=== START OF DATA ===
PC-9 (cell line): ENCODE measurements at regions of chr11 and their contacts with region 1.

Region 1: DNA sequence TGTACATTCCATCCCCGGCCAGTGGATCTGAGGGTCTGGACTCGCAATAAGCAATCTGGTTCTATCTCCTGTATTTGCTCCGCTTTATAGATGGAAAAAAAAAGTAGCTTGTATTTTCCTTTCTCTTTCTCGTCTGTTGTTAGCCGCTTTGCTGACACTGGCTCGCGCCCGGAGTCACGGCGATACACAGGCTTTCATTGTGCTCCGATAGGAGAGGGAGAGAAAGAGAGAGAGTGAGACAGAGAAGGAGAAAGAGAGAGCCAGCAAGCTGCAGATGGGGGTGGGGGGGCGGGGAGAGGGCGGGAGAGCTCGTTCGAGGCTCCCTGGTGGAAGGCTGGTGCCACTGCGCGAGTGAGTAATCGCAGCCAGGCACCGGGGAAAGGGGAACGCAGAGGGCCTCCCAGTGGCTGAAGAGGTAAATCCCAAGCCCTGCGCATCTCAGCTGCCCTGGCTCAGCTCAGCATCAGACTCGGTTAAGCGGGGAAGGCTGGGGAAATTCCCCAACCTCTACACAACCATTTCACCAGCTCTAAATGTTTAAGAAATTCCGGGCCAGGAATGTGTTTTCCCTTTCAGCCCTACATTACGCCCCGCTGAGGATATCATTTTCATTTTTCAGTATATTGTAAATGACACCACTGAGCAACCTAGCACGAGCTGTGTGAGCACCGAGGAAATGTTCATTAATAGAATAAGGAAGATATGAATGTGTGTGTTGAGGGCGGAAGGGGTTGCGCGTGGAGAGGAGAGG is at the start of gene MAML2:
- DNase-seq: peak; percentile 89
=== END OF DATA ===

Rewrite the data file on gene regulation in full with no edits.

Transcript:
PC-9 (cell line): ENCODE measurements at regions of chr11 and their contacts with region 1.

Region 1: DNA sequence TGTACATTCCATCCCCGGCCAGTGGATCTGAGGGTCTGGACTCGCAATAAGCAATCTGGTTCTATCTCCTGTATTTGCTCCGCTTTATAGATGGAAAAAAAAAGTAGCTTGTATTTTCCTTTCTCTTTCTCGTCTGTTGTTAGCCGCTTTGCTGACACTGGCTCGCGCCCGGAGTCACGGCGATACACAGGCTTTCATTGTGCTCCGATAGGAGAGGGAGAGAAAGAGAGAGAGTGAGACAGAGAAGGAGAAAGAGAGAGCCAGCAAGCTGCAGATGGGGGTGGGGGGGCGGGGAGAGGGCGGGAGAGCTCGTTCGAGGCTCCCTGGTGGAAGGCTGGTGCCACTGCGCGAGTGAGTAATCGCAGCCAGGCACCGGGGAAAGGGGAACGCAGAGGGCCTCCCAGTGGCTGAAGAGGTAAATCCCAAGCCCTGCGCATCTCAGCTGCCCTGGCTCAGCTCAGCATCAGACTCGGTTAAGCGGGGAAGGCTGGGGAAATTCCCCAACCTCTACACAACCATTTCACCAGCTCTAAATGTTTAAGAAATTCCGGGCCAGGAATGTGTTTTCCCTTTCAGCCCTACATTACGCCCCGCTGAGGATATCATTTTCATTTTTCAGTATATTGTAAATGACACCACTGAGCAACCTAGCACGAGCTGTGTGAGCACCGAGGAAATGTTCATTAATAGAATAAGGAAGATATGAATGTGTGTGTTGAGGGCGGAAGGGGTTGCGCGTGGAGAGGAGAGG is at the start of gene MAML2:
- DNase-seq: peak; percentile 89